PLATTSBURGH - The state's economy is down, but not necessarily out, according to State Comptroller Thomas P. DiNapoli.
The state comptroller gave an overview of New York's economic situation during an economic roundtable discussion hosted by the Plattsburgh-North Country Chamber of Commerce July 11.
During his discussion, DiNapoli described the state's fiscal year - which began April 1 - as both a "time of great challenge" and "crisis." First-quarter revenues for the months of April and May were down 40 percent compared to last year, which he contributed to the national recession, loss of revenue on Wall Street and the state's growing unemployment situation.
Though there has been "a significant drop-off in revenue coming to the state," said DiNapoli, New York is "getting through the early part of the fiscal year because spending is also down."
"We're still off from the financial plan, but it reinforces what we've said from the beginning that it is absolutely crucial that we carefully monitor revenue and spending and do the best we can to manage spending more effectively, especially in view of the continued revenue decline," said the state comptroller.
Though not yet finalized, a preliminary look at figures for the month of June - which DiNapoli said will be more indicative of what lies ahead for the fiscal year - show another down month for revenue.
"It's certainly not going to be higher; it's not going to be a reverse of a trend of the first two months," admitted DiNapoli. "The question is going to be how much of a decline in terms of being off the financial plan it will be."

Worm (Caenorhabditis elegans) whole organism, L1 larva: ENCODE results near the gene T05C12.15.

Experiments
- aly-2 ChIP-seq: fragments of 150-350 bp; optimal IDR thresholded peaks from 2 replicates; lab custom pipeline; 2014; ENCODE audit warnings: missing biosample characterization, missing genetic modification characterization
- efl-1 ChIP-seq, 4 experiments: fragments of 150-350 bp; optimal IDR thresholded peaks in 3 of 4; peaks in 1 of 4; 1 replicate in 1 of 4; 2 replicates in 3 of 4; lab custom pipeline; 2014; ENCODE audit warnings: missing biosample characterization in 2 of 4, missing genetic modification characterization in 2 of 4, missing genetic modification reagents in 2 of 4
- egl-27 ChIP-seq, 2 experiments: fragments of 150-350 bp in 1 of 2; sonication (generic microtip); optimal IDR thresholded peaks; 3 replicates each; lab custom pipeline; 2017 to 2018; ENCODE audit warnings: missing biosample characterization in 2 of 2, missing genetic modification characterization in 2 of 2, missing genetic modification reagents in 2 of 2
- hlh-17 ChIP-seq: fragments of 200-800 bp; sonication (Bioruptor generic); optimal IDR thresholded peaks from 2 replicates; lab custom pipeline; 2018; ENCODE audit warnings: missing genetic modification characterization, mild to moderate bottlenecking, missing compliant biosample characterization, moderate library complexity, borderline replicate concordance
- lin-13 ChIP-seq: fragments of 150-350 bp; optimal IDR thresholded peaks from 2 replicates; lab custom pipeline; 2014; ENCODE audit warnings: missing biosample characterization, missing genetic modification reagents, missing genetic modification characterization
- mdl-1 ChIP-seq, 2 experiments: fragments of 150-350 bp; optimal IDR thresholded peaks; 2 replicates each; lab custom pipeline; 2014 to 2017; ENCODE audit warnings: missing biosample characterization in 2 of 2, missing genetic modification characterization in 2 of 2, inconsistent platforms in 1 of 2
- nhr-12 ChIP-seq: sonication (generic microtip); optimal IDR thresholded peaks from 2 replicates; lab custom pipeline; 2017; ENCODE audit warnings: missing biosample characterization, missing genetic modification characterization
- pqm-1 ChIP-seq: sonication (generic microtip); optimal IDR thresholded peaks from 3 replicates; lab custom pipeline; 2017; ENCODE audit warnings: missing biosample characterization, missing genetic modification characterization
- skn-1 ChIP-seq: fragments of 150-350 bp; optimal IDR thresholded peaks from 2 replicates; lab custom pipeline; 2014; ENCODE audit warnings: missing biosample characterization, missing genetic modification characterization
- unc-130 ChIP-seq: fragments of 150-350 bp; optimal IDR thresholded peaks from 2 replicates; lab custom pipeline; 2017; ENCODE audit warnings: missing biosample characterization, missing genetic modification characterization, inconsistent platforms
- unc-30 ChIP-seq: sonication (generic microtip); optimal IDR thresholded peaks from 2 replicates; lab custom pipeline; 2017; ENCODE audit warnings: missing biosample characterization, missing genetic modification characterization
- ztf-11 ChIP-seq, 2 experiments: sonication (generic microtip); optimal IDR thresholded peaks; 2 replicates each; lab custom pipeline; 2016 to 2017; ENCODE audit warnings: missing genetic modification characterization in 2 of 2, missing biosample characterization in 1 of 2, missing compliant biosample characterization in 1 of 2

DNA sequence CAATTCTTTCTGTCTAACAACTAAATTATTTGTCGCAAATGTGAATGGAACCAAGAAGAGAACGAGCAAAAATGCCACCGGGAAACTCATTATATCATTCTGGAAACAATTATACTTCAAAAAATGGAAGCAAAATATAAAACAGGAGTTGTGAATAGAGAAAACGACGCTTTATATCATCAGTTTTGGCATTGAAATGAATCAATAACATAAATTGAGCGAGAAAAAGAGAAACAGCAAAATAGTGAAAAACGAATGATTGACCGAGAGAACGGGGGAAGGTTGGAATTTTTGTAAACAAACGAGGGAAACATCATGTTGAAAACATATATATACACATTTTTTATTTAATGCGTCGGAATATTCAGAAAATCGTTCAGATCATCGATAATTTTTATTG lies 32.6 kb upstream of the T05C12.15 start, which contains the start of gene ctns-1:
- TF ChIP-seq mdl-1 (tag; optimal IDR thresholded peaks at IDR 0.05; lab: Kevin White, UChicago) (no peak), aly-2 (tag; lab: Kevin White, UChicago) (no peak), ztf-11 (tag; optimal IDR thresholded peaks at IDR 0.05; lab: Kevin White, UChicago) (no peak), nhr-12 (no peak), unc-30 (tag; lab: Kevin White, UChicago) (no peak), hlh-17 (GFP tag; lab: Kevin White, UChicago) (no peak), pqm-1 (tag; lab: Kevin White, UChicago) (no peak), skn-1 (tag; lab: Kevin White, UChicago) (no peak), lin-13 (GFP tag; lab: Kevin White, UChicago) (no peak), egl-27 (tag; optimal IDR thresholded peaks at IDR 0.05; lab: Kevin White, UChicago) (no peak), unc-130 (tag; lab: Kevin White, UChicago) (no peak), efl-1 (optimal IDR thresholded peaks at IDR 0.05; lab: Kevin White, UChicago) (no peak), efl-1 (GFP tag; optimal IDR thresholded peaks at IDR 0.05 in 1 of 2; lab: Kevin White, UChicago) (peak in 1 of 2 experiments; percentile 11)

"We're going to be in a tough situation from a revenue perspective," he added.
The state's annual budget hasn't helped matters either, according to DiNapoli, who said the budget was based on "the hopeful notion the economy is going to recover more quickly than most of the experts seem to be predicting."
That, paired with a large percentage of this year's anticipated revenue being banked on federal stimulus funding, concerns the state comptroller.
"We've got about $11 billion of the state budget based on revenues that are either nonrecurring or temporary in nature," said DiNapoli. "That's problematic; that's an issue and a concern."
Though the nation finds itself in the middle of an economic crisis, DiNapoli said it's also an opportunity for state leaders to think differently and be more frugal in government spending.
"I think that would've made a little more sense than taking the temporary benefit of the federal stimulus money on those tax increases and basically deferring to the future some of those tough choices on spending that we still need to make," said DiNapoli. "Those choices aren't going to go away. They've just been delayed to another time."
Focusing on the North Country, the state comptroller reported approximately half of the more than 5,000 jobs gained in the region between 2003 and 2008, were lost in the first five months of 2009. In addition, the North Country's unemployment rate during those five months averaged 10.2 percent - the highest of any region in the state.
Despite the bad news, there is still hope with the continued expansion of existing businesses and creation of new businesses in the area, said DiNapoli. The recent opening of NovaBus in the town of Plattsburgh and the potential for Laurentian Aerospace Corp. to bring an estimated 200-300 jobs to the North Country are both positive signs, he said.
"The long and short of it is you've got many great things that have been going on for a long period of time, but you're facing some of the challenges we're all facing in New York," said DiNapoli. "We need to not lose sight of progress we've made in recent years."